Disorder In The Court

 

It’s the Fourth of July, so Americans are busy celebrating the founding of our country–squeezed in somewhere between going to the beach, grilling out and shopping red, white and blue sales. What all those activities have to do with the signing of the Declaration of Independence on July 4, 1776. I’m not sure. What I am sure of is that most citizens have a good grasp on our country’s inception (Boo King George! Yea George Washington!), but they are uniformed about, and perhaps uninterested in, current events affecting our government..

The revered Declaration of Independence begins with the words “When in the course of human events it becomes necessary….”  Back in 1776 it was necessary for the colonists to get out from under British rule.  Fast forward to 2018.  The British are out and so is a sitting United States Supreme Court Justice.  Anthony Kennedy, the tie-breaking voter on some of the court’s biggest cases, has announced his retirement at the end of this month.  Please raise your hand if this situation is the #1 topic at the water cooler at work.  I thought not.

Sadly, most Americans don’t even have a grasp of what SCOTUS is much less what’s going on there.  The Supreme Court of the United Status (edgily referred to as SCOTUS) is the highest federal court in the country and is in the judicial branch of our government.  It is composed of nine justices who may collectively be referred to as the Supremes, but the group has nothing to do with singing.  The members of the court are not elected (that would apparently be too political); justices are nominated by POTUS (President of the United States) and confirmed by the Senate (SOTUS?).

Even though SCOTUS is not a political body, a big political battle is brewing because the next justice confirmed will have the opportunity to shift the court to the right for some time to come.  Upon Justice Kennedy’s retirement,, the remaining eight justices will be split between four liberals and four conservatives, i.e., a Mexican–er, American–standoff.  Stephen Breyer, Elena Kagan, Sonia Sotomayer and Ruth Bader Ginsberg were Democratic (liberal) nominees and John Roberts, Neil Gorsuch, Samuel Alito and Clarence Thomas were Republican (conservative) nominees.  President Trump, being a Republican and a conservative, is going to appoint a conservative.  But whomever he appoints has to get past the Senate which is composed of a good number of Democrats/liberals.  Prepare for a rumble on Capitol Hill!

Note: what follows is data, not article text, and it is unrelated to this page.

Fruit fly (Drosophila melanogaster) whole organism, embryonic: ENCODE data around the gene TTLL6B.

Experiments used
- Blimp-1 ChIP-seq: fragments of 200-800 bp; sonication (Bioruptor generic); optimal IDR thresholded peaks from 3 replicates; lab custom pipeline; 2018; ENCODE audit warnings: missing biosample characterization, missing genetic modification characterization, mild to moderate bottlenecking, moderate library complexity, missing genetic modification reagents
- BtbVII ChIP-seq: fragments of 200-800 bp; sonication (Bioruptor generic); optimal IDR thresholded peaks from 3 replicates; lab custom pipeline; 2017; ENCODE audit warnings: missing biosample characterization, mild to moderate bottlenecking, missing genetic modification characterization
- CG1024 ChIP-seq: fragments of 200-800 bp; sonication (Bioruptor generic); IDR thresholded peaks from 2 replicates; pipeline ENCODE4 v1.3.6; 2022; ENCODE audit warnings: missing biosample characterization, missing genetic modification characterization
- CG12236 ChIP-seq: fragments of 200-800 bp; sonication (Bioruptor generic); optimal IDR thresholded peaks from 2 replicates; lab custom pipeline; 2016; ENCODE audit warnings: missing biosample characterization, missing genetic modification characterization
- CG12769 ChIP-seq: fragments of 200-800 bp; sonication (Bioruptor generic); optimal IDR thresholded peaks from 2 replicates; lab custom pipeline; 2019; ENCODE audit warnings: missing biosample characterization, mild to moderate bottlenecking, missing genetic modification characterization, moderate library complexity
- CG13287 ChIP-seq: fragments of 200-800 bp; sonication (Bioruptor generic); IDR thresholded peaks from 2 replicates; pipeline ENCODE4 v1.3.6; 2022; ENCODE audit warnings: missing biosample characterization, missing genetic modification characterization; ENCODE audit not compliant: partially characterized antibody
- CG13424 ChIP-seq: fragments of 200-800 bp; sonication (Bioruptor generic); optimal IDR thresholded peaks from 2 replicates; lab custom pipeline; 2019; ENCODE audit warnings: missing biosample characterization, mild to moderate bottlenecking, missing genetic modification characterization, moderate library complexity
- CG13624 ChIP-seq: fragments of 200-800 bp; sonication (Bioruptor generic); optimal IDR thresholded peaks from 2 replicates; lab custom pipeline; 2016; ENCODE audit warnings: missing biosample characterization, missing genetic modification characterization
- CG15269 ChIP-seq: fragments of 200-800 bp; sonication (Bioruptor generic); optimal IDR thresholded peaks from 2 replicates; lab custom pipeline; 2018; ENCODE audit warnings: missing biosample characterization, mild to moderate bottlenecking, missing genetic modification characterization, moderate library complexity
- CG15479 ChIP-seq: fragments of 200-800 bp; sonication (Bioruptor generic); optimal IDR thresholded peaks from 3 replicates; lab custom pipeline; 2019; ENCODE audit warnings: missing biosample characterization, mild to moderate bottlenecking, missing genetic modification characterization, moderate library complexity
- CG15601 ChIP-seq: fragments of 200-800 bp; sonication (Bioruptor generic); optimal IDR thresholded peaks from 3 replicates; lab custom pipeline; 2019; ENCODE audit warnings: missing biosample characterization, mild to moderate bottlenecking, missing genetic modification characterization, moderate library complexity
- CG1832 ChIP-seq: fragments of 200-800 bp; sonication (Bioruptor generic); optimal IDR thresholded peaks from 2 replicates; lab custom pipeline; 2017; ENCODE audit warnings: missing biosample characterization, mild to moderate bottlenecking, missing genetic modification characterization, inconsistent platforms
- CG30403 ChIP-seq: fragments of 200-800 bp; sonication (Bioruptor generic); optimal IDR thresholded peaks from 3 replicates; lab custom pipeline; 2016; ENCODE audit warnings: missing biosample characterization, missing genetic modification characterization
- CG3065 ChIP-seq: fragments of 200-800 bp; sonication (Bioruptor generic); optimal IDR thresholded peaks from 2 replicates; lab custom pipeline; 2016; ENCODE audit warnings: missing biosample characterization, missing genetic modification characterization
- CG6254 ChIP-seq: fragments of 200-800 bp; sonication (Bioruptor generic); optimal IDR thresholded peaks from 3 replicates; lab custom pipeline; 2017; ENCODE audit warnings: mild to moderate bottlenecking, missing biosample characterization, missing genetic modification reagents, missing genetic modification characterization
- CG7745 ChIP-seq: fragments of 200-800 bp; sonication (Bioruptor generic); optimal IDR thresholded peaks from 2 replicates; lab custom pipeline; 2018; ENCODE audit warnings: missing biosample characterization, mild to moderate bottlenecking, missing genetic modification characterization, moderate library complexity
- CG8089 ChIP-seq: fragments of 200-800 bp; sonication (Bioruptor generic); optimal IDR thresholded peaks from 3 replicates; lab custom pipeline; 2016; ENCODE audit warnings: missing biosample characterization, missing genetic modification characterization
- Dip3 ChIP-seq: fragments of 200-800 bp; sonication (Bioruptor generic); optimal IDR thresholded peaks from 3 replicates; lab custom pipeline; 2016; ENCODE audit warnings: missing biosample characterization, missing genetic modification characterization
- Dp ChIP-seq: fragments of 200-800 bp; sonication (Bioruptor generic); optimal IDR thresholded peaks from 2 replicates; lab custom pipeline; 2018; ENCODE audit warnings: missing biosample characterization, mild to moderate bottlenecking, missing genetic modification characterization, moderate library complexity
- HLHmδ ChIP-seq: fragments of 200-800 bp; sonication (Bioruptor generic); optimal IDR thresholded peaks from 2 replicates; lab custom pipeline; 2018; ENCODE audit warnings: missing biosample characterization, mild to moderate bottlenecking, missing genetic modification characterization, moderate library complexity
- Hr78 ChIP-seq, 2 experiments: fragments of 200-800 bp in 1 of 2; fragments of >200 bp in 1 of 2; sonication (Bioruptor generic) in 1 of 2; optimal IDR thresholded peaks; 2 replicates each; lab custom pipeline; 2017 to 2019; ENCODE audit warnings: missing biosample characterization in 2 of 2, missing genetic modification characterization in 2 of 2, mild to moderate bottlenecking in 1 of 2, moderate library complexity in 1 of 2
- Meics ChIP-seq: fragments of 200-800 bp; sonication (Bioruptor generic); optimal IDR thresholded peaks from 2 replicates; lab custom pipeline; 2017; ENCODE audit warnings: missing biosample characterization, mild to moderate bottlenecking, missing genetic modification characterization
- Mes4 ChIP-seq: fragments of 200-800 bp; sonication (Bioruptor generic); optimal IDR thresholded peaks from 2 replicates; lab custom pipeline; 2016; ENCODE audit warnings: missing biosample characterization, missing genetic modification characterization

A justice confirmed now will be able to exert influence for many years. Justices have a lifetime tenure, so once a justice is on the bench, the country is stuck with him until he dies or retires. Justice Ruth Bader Ginsburg, age 85 and a liberal, may die with her robe (not her boots) on because she does not want to allow the current conservative president the chance to replace her with a conservative justice. President Trump has already been through this process once when he nominated conservative Neil Gorsuch

The president’s nominee is to be announced on July 9th, the day before President Trump leaves for a presidential trip to Europe.  Twenty-five people are on his consideration list, all but one of whom are judges; the odd man out is Utah Sen. Mike Lee, an attorney and former assistant U.S.Attorney.  So far, so good. The President is astutely considering only those with judicial (and in the case of Sen. Lee, legal) experience.

News reports indicate that there is now a shortlist of candidates.  While it is uncertain who will be chosen, it is clear that Trump’s choice will be someone who can “serve for decades,”  i.e.., someone relatively young. Trump may be in office for only a few short years, but he can leave a living legacy on the bench in the Supreme Court building.

A frontrunner is said to be Judge Amul Thapar, a U.S. Circuit Court of Appeals judge.  Thapar is appealing because he would be the first American of Indian or Asian descent to receive a nomination. Amy Coney Barrett, another federal appellate judge and former Notre Dame law professor, is also a top contender.  Sure there are already women on the court, but do any of them have seven children like she does?  Are large families appropriately represented on the high court?  Being PC is all well and good, but this is the highest court of the land, so perhaps we should just aim to select the best qualified candidate regardless of race, gender, nationality descent, size of family, etc.

SCOTUS is in summer recess, but a judicial decision, i.e., confirmation of the newest SCOTUS justice, is expected before the first Monday in October, the day the high court traditionally reconvenes after its summer recess.  For the time being, all eyes will be on a decision about SCOTUS rather than from SCOTUS.  No matter who is added to the high bench, Americans should be interested in what’s going on with SCOTUS every day, not just on July 4th.  Regularly exercise your independence by staying in the know about SCOTUS.

JUST WONDER-ing:  Before your read this post, how many of the nine SCOTUS justices could you name?  Were you aware that Justice Kennedy had retired?  Did you already know what the acronym SCOTUS stands for?

 

 

 

 

 

 

 

 

7 thoughts on “Disorder In The Court

  1. Yes I am aware and watching. And as a middle school Civics teacher, my students are all aware and watching.

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    1. Seeing the government in action, rather than just reading about it from a dry text book, will be a big plus for your students. Should be an interesting selection process.

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  2. Just this week I read that Amy Coney Barrett has seven children, including one with special needs and some adopted from Haiti. She definitely has interesting life experience!

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